With the decline in profits for those working in the whaling industry comes a decline in character for those still willing to risk their lives on the open seas. McGuire wastes no time in painting a stark portrait of many of his characters in Dark Water—men, for the most part, who are not heroic figures of courage and stamina, but scoundrels with notorious pasts and equally abhorrent presents who make little effort to hide their true nature. It is McGuire’s character development: who they are, what they are, and what they do that is the most gripping aspect of the novel. One expects men engaged in such laborious work that takes them far from home for long stretches to be out of the ordinary, hardened, and insensitive to many aspects of life. “If you are seeking persons of gentleness and refinement, Sumner, the Greenland whaling trade is not the place to look for them,” cautions the captain of the Volunteer. The majority of the men aboard the Volunteer, however, are even worse.
Soiled reputations and secrets abound among the crew. Captain Brownlee, with thirty years of command under his belt, is “notable for his fearsome ill luck,” having been the commander of the Percival, a whaling ship that went down with loss of life, multiple injuries, and loss of cargo. The ship’s surgeon, Patrick Sumner, is on the run from his past after having served in India and having partaken in a most unethical and unfortunate incident. His refuge is not only to board the Volunteer accepting a position far below his skill level, but from the laudanum bottle. First Mate Cavendish is a “whoremonger” who lords his authority over the crew. The head harpooner, Henry Dax, carries with him even darker secrets. Each of these men play pivotal roles in the novel and as the ship heads further north into more and more dangerous waters filled with glistening ice, chunks of which become of greater size and magnitude, nature itself becomes an awesome, uncontrollable player as well.
Repugnant and amazing events begin to take place quickly after the Volunteer takes to the sea and event piles upon event in rapid succession that will hold the reader spellbound. McGuire’s storytelling is above reproach. By mid-novel, the crew “fear worse is yet to come, and they would rather reach home with empty pockets but still breathing than end up sunk forever below the Baffin ice.” Turning back is not an option, nor part of the plan, however.
Any novel dealing with whaling in the 1800s is bound to have allusions to Herman Melville’s immortal classic, Moby Dick (1851) and The North Water is no exception. The descriptions of men in small boats pursuing and killing giant behemoths in the open sea are white-knuckle reading material. Melville’s respect for both the animals and the men that hunt them are obvious as they are in McGuire’s work in spite of the insidious nature of some of his characters. Melville’s inclusion of the mystical and dreams also make its way into The North Water. The most obvious comparison between The North Water and Moby Dick will not go unnoticed by readers familiar with the American landmark novel.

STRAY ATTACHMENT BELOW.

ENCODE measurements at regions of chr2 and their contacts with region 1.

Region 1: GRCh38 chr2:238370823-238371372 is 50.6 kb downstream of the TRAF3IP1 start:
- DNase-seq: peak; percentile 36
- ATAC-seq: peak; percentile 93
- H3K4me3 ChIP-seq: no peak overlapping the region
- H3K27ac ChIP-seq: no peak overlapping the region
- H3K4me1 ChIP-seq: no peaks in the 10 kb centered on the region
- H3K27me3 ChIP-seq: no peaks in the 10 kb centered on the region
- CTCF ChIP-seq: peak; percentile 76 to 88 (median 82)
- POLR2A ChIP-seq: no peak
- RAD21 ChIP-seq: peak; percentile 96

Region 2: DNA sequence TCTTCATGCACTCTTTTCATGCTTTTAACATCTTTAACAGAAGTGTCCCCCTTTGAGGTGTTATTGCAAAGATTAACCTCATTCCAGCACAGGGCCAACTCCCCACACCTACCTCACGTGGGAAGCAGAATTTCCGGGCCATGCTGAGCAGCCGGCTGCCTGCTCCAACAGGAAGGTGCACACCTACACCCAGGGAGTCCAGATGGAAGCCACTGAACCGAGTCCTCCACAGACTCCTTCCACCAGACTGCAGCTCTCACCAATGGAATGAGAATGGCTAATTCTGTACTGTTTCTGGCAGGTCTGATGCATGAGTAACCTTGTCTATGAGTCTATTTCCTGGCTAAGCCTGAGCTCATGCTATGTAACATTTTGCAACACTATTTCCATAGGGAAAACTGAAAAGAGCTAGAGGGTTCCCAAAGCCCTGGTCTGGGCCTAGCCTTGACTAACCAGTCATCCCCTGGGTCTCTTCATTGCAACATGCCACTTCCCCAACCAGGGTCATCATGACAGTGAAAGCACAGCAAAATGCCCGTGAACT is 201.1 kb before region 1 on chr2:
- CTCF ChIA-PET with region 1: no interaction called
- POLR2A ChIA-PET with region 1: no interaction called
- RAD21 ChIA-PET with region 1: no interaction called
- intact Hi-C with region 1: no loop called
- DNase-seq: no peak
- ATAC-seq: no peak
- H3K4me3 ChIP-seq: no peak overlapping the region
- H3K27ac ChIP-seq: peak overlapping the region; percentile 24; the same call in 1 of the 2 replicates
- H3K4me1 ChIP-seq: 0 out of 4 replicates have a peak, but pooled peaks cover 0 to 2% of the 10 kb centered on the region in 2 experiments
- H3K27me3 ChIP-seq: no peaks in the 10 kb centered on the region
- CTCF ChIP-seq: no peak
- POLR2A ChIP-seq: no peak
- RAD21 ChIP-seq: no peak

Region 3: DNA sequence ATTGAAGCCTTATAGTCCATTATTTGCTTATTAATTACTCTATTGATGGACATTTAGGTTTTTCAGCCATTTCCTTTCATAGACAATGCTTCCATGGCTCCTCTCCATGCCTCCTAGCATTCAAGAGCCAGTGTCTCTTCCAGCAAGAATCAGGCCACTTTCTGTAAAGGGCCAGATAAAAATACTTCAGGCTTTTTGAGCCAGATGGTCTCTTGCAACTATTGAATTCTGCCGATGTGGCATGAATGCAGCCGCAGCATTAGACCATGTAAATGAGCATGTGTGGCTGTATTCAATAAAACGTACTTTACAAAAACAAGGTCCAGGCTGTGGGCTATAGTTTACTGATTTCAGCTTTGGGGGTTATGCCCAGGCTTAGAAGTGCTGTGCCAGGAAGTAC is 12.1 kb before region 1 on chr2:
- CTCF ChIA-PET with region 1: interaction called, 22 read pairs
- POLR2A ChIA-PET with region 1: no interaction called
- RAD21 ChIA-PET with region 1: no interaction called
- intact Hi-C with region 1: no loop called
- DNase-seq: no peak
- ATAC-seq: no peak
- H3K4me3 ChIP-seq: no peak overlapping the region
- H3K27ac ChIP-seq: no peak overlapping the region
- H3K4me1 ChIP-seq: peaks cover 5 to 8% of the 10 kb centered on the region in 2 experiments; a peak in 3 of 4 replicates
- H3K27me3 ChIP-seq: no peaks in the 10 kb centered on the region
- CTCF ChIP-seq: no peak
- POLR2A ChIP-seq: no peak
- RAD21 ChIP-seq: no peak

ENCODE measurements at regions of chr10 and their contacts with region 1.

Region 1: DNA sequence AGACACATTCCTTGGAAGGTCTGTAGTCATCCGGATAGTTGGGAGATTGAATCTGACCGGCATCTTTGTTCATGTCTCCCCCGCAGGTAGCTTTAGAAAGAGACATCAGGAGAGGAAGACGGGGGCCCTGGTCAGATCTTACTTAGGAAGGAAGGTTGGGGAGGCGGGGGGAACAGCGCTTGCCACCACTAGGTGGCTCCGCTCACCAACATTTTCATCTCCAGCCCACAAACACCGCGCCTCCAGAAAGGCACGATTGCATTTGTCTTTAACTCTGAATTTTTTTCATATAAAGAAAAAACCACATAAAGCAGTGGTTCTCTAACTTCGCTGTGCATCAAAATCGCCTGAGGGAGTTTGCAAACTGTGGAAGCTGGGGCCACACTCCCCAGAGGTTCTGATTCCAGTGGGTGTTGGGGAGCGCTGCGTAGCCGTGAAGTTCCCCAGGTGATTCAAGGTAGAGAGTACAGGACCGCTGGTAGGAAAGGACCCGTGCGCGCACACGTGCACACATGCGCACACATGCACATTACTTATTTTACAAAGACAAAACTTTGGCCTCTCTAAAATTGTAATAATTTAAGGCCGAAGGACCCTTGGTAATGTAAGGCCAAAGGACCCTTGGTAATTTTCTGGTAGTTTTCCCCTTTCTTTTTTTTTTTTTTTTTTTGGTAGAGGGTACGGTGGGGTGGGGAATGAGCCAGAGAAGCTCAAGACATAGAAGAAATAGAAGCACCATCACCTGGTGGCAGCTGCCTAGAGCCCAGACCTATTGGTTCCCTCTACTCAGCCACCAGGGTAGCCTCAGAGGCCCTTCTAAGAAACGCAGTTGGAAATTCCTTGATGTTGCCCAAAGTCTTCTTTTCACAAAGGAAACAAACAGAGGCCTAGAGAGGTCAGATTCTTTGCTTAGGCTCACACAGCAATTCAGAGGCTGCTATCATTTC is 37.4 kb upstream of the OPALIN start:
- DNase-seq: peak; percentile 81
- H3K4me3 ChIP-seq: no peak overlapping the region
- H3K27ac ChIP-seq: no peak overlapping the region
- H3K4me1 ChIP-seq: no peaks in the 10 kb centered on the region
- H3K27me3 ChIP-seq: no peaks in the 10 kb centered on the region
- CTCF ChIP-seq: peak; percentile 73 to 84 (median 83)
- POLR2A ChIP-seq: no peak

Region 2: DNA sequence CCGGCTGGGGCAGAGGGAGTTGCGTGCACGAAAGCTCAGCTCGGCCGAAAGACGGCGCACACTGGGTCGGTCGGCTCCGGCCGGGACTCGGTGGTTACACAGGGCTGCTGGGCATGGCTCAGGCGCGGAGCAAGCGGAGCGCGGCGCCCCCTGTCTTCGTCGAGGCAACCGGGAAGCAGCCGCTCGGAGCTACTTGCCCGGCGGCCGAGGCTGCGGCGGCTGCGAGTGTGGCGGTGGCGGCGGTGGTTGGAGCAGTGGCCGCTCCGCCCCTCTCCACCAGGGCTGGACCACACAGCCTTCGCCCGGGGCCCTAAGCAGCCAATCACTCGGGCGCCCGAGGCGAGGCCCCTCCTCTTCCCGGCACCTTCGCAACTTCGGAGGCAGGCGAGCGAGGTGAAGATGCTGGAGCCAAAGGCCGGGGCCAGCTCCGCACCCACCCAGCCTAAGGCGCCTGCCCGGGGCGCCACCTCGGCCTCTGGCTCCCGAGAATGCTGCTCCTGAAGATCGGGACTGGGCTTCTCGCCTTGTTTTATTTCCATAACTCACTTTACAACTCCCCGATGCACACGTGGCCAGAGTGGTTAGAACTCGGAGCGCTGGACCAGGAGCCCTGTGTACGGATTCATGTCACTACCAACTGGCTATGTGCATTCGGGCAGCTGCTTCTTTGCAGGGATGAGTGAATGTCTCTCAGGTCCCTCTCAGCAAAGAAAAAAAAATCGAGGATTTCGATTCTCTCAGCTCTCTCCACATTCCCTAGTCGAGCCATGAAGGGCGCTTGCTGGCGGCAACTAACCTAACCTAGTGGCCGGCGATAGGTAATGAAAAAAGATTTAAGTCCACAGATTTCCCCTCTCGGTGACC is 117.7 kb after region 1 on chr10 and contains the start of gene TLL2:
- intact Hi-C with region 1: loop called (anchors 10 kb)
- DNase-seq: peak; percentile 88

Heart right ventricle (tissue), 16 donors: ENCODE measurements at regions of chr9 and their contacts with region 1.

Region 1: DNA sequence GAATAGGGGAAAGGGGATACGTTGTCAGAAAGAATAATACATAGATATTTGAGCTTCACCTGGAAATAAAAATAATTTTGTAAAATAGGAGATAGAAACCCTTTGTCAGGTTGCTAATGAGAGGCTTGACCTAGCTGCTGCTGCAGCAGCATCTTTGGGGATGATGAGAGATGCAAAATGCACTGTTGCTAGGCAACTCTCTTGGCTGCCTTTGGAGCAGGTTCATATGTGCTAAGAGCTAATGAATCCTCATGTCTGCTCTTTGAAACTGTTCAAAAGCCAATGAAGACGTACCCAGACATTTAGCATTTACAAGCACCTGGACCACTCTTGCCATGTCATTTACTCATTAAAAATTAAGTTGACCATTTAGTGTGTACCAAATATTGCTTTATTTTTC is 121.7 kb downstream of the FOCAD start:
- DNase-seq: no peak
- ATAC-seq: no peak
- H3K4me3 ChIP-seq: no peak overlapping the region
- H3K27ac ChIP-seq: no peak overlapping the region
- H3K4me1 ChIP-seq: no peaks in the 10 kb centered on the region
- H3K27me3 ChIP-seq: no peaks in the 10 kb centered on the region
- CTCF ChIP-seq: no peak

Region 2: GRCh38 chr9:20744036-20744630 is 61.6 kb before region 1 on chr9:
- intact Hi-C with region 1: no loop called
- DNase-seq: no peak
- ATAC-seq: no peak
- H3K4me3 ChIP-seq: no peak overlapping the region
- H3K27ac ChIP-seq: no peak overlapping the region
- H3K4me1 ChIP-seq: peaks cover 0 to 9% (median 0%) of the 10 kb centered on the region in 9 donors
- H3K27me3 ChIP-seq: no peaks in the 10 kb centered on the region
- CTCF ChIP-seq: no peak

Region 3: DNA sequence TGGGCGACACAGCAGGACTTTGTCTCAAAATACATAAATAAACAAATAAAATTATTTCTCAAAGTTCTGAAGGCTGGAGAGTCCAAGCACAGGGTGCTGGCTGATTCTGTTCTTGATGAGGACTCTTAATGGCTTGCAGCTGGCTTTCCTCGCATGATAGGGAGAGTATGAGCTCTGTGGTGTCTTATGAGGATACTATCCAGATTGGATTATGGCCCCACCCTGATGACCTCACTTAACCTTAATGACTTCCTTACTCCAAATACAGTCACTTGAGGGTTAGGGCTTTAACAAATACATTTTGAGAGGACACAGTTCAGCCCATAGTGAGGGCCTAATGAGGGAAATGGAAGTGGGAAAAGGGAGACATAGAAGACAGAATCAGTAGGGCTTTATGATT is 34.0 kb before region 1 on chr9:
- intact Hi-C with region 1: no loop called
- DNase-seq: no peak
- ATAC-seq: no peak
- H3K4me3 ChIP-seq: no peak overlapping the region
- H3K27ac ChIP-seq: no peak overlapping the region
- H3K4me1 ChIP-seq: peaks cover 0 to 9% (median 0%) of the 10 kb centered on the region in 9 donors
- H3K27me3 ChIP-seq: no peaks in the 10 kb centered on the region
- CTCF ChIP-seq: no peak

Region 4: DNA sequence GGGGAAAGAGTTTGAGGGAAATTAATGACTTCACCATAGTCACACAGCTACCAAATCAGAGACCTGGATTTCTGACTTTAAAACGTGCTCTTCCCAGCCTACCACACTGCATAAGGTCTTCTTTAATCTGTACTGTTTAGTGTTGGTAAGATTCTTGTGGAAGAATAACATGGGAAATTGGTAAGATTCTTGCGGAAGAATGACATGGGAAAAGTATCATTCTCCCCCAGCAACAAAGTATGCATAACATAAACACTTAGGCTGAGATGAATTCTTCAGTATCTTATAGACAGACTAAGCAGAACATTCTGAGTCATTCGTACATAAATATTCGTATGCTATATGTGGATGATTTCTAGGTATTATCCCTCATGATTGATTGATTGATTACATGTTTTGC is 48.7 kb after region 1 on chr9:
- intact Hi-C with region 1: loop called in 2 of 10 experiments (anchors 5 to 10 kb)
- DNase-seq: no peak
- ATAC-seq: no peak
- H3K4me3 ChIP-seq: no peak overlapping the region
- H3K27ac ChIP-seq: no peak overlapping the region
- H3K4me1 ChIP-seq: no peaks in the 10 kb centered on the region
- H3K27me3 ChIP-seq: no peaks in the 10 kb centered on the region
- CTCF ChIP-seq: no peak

The North Water contains credible and vivid scenes of violence, the horrors of trying to survive in a most hostile environment, and for some, a handful of stomach-turning moments when it comes to bodily functions and physical injuries and within keeping faith to the novel’s tone and authenticity.
In some ways the conclusion of The North Water is inevitable, but McGuire’s use of suspense and exceptional plotting of his story leaves readers with no certainty as to exactly what will happen until the final page is reached. Readers who appreciate good storytelling and literature, especially with a historical setting, will be hard pushed to find a finer, recent novel than The North Water to satisfy their reading needs.
by Ian McGuire
Rating: ***** (5 stars)
Book Length: 270 pages
Genre: Fiction, Historical Fiction
All I knew about this book before I picked it up was that it had good reviews and it was suppose to be dark.
The book opens by introducing us to Henry Drax who is most likely a psychopath. He follows base instincts to know when to eat, sleep, have sex, get drunk, and to kill. Henry Drax represents everything that is vial about human nature. Yet, this is not really his story.
The novel follows Sumner, an army surgeon that was dishonorably discharged while serving in India. Unable to find work Sumner agrees to be a doctor on a whaling ship. To add to his misfortune Henry Drax is also employed on the ship.
The novel is dark but not graphic. Ian McGuire does a great job describing the characters and the world. He pays extra special attention to the olfaction sensory experience. I do not think I have ever pictured smell so vividly from reading a book. Yet, due to Sumner acting as narrator, the book portrays the potential cruelty of human nature without being so graphic that it was completely unreadable. Instead what is shown is a struggle to overcome base human nature to transform into a better human being.
As reviewed on The Book Recluse Review